Ingo, you are a well-learned man. But it is impossible to have a substantive conversation with you within certain parameters because of your gold obsession. Even Rothbard, who was fairly fanatical about gold, admitted that “money” is what societies make of it. Money is gold, sure … but it’s also been salt, beads and remains silver despite your pooh-poohing of the “people’s metal.” When you start with the insistence that the “only” money is gold, then whatever flows from this flawed proposition becomes increasingly incomprehensible. Which is too bad. You have a lot to offer …

But they conveniently failed to respond to his criticism of their claim that “Greenbackerism” is making a comeback, when he said:

Greenbackerism making a startling comeback… ??? That certainly is news to me.

Greenbacks were the most successful paper currency ever put into circulation. They were continously issued for over a hundred years from 1864 until 1971. That they have been issued since is startling news to me.

Things are getting interesting at The Daily Bell now, with a gold-loving, apparently learned student of the monetary system conceding that the Greenbacks were successful, despite the oft-repeated protestations of former Daily Bell associate G. Edward Griffin and others. I previously wrote how during their interview with Ingo Bischoff, he undermined their basis for a free market in money, saying such a thing doesn’t even exist.

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Here is the comment, reproduced in full, before it is automatically removed in a couple weeks, in response to Infowars.com republishing The Daily Bell article, Central Banks Won’t Produce Natural Interest. Notice how they predictably fail to distinguish between public non-BIS-member central banks (Libya’s until the NATO bombing, Syria’s, Iran’s — notice a pattern?) and private central banks.

“Benrod says:
March 30, 2012 at 6:23 am

“The gibberish contained in the above excerpt is only magnified throughout the article.”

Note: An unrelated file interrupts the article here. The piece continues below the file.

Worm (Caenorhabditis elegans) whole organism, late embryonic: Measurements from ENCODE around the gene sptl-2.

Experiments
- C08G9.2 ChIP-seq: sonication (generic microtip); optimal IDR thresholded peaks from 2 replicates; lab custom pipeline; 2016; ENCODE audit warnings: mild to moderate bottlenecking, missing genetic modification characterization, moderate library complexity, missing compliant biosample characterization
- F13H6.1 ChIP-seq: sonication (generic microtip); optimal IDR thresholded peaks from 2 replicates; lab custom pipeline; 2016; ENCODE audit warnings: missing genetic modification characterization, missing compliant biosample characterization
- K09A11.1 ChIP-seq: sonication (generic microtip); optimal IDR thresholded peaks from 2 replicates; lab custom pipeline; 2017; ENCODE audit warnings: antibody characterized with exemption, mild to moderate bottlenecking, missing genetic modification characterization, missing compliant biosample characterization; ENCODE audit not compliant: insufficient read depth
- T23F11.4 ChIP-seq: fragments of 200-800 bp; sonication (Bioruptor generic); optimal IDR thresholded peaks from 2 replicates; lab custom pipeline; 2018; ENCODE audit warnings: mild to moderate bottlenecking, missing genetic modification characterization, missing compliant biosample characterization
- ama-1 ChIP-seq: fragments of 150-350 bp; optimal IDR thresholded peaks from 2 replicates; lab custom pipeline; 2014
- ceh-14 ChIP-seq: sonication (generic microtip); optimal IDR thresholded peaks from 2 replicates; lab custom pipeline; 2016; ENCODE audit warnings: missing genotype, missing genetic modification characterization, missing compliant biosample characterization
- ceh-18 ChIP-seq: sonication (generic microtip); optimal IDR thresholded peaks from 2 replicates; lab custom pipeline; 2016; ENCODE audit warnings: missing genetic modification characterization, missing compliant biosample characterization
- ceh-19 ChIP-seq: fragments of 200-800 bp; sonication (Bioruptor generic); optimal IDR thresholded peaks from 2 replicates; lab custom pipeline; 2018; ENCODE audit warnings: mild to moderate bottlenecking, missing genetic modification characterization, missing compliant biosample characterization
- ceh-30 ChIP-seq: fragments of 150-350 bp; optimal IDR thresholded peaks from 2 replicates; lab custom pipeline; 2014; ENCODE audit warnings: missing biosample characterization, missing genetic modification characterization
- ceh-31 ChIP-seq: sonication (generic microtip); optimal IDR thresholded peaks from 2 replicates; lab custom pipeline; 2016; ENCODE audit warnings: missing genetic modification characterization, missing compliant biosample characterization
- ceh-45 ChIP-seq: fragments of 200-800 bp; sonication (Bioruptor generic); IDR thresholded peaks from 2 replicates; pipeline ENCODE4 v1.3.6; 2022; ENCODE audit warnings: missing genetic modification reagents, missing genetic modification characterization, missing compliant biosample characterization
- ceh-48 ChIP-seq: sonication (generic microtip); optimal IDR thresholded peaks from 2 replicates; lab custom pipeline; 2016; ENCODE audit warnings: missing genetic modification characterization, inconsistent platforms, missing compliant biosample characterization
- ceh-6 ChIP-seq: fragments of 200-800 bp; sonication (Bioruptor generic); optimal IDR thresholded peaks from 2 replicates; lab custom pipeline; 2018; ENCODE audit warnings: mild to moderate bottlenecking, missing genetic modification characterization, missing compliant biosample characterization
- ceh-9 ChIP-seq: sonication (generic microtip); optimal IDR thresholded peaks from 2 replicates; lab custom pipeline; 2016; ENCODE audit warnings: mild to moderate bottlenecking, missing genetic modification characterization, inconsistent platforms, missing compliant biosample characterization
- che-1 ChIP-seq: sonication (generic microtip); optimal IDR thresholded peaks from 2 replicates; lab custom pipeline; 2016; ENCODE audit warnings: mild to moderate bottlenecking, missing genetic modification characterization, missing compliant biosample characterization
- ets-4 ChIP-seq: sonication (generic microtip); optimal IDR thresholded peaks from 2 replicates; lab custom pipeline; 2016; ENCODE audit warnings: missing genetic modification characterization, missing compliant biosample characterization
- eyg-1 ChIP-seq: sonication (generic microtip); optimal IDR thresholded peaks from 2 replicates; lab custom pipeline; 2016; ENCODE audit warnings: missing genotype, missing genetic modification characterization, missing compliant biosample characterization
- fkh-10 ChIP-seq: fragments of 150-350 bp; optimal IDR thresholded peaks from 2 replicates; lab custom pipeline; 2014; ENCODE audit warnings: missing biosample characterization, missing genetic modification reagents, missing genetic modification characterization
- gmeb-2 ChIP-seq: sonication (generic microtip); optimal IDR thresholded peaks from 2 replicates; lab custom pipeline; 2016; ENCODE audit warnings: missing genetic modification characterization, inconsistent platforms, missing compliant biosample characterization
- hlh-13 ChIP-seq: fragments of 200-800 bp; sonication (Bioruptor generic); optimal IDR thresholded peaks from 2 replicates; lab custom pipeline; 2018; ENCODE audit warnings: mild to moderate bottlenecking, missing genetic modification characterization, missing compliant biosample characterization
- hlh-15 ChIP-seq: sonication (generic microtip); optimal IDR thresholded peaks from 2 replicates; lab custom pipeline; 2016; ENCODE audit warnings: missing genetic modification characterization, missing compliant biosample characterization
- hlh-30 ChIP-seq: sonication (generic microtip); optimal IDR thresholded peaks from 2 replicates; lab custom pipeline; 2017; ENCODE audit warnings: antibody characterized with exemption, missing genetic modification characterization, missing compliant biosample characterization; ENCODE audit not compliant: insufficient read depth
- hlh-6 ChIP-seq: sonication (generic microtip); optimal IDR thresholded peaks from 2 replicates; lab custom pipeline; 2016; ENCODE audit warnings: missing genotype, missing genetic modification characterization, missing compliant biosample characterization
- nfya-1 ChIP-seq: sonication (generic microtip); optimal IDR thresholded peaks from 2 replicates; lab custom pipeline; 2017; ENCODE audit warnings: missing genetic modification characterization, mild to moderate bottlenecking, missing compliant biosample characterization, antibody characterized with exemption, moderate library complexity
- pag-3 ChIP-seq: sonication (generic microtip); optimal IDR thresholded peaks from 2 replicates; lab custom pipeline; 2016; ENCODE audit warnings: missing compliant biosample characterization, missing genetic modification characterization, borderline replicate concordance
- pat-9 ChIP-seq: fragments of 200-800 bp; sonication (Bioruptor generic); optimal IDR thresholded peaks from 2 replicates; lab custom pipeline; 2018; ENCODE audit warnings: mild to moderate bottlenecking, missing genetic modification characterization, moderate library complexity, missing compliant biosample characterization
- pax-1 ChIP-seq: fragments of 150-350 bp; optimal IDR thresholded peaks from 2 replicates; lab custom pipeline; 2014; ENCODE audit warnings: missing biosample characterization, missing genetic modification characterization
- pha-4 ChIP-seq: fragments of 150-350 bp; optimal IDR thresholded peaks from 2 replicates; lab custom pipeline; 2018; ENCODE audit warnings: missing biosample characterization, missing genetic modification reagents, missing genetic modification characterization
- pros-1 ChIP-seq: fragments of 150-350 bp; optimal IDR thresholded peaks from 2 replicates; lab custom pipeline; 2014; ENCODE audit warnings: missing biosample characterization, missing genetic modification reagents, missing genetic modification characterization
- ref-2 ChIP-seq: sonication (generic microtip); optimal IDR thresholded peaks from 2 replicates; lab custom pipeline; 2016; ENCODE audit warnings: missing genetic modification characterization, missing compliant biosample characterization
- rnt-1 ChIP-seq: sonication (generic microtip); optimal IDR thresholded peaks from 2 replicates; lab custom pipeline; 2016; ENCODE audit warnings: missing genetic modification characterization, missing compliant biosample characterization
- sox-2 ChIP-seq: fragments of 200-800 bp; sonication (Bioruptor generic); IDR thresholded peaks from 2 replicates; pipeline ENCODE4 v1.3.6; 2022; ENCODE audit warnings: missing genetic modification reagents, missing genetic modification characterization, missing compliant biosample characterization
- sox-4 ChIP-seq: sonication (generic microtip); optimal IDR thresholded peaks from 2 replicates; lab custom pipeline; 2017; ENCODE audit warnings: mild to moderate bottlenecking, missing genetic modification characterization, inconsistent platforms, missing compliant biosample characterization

Right.
The article itself is, in fact, gibberish.
It is written by a person whose job is to write articles for a banking website about bankers and the jargon and gibberish that the bankers use while using the same gibberish to blast the banks, bankers, and banking practices that caused the website (and the author’s job) to exist in the first place, all the while still promoting the perpetuation of the machine that created itself.
“Greenbackerism”
Does that mean there is “greenbackerists”?
Extreme greenbackerists?
And the history lesson is completely un-necessary.
“…Knut Wicksell’s ‘natural rate of interest’”. But who was Knut Wicksell and what is the “natural rate of interest” – and does it matter?”
No.
Creating a catchy phrase automatically means that the creator is a financial genius?
Critically analyzing the jargon while using the jargon shows genius, too?
Maybe the interest rates (“natural” or not) would be “better” (perspectively) if so much time and money wasn’t WASTED to have articles like this (and websites like TheDailyBell)…
What a RANT!
My fingers are out of breath…”

I first publicly questioned The Daily Bell on February 10, 2011, with Strange Bedfellows: The Federal Reserve and The Daily Bell.